Analogical Reasoning Tool Design, Easy Enough for Lawyers

My ABA Innovation Fellowship project, through the ABA Center for Innovation, is docassemble-openlcbr. It is an open source software package that extends the capabilities of docassemble, a leading open source legal expert system tool.*

(How leading? Of the top 20 web tools announced by the ABA this week, one is docassemble, and two more were built using docassemble. )

Docassemble-openlcbr allows docassemble interview developers to use another open source tool, OpenLCBR, to automate legal reasoning about subjective questions.

For a basic understanding of why that’s important, and a link to a live demo, check out this blog post.

One of the goals of my project was to make openlcbr something that lawyers could play with. I can talk until I’m blue in the face about how useful openlcbr might be, but until people can actually play with it, we will never know how useful it really is.

Draw the F*(%#$ Owl

As a part of the training for the ABA Innovation Fellowship, the fellows received an introduction to design thinking and improvement kata, both of which suggest prototyping early, and often. Clio, the Canadian cloud-based legal practice management software company that has generously sponsored my fellowship project, has a different name for the same idea: “draw the [expletive] owl.” Click here for the NSFW meme that idea comes from.

So part of the fellowship project is to get lawyers playing with OpenLCBR, so that people can start drawing some owls. But playing is supposed to be fun and easy, and building an OpenLCBR reasoner is… well, here, this is what one looks like.

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What it looks like if you are building an OpenLCBR database in YAML.

Now don’t get me wrong. That looks like fun to me. But I’m weird.

The Goal: User-Friendly Analogical Reasoner Design Tool

So one of my objectives for this project was to create a user-friendly tool for lawyers and other non-technical users to generate a OpenLCBR reasoner that can be used with docassemble-openlcbr.

Before OpenLCBR can do its magic, an expert needs to set out the factors, issues, and cases relevant to the legal issue. For details on what those are, and how they are used, check out this deep-dive blog post about the IBP algorithm used by OpenLCBR.

So I built a reasoner-building tool in docassemble, and included it in the docassemble-openlcbr package. The reasoner-building tool treats the YAML file above as the document to be assembled and takes you through a user-friendly interview for generating that file. You can build a new reasoner from scratch, one question at a time, or you can edit an existing one.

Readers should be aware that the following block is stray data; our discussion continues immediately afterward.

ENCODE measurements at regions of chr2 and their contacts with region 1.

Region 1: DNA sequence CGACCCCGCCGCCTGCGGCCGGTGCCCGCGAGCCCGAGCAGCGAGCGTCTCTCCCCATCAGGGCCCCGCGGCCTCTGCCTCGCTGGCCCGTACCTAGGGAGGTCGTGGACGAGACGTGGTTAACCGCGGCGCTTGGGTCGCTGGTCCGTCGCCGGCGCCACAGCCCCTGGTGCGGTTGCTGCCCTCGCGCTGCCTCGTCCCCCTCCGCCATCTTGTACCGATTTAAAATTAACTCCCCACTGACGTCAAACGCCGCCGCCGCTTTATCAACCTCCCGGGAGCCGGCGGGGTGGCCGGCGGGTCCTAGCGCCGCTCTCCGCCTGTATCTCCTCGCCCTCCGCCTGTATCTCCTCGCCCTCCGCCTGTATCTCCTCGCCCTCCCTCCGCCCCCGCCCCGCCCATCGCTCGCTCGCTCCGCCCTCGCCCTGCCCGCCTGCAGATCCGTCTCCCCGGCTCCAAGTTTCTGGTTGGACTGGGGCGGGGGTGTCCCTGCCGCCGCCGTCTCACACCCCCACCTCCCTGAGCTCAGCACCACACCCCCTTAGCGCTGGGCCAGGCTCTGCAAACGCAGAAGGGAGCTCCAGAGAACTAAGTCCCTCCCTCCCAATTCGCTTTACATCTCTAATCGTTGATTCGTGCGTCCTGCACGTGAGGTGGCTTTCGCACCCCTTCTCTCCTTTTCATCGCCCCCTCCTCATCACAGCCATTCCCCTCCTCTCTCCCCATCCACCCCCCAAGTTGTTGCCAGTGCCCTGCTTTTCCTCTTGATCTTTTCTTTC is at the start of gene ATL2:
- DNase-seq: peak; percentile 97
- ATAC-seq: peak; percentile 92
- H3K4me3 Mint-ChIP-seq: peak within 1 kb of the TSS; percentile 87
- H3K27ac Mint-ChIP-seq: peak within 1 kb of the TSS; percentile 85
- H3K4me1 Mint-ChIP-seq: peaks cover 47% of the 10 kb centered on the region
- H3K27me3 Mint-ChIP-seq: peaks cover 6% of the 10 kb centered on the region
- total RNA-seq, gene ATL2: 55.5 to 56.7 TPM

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An image of the screen in the reasoner builder for editing factors relevant to the legal issue being predicted.

The reasoner builder is effectively a small application, built entirely in docassemble. It uses a number of powerful features of docassemble, including review screens that allow the user to review a list of information they have provided, and make changes to that list later in the interview.

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Can I Just Try It, Already?

Yes! I’m happy to say that this builder tool is now included in the docassemble-openlcbr package, and you can try a live demo of it here.

How Can I Try Building and Using a Reasoner?

I’m working on documentation and tutorials that will eventually be at the github page, but if you’re curious what it would take to get yourself drawing some owls, here are the broad strokes.

  1. Get a docassemble server. The easy way is to get a hosted docassemble server from Community.Lawyer for a very reasonable price. (Community.Lawyer was also recognized in the top 20!)
  2. Install docassemble-openlcbr package in docassemble’s package management by typing in the github address.
  3. Run the reasoner builder interview, and download your new reasoner file.
  4. Upload your reasoner file to the “sources” section of your docassemble server.
  5. Create an interview using the demo interview as a template that defines a test case and uses your new reasoner to predict the result.
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The interface for editing an openlcbr issue tree.

Is it really that easy?

No. Not really. Between steps 2 and 3 is where all the “legal knowledge engineer” (h/t Richard Susskind) stuff happens. This tool gives you an easy way to write down the analogical tool you have designed. But it does not teach you the law, or how to design an analogical reasoner well.

But don’t worry. Help is on the way.

My plan for the remainder of the fellowship project is to expand the demonstration integration with Clio, build a new demonstration reasoner from scratch, build a demonstration interview that uses that reasoner, and generate some tutorials and instructions based off that experience.

Stay tuned.


Building this tool would have been absolutely impossible without the support of Jonathan Pyle and the docassemble community. Thanks, all.

To stay in touch, follow me here, or @RoundTableLaw on Twitter. And if you’d like to help build any of these materials, or if you need help using the tool, join the #analogyproject channel on the docassemble slack.

Written by

Lawyer, Round Table Law; 2018/2019 ABA Innovation Fellow; Sessional Instructor, University of Alberta; Computational Law (Symbolic AI) Researcher, CCLaw @ SMU

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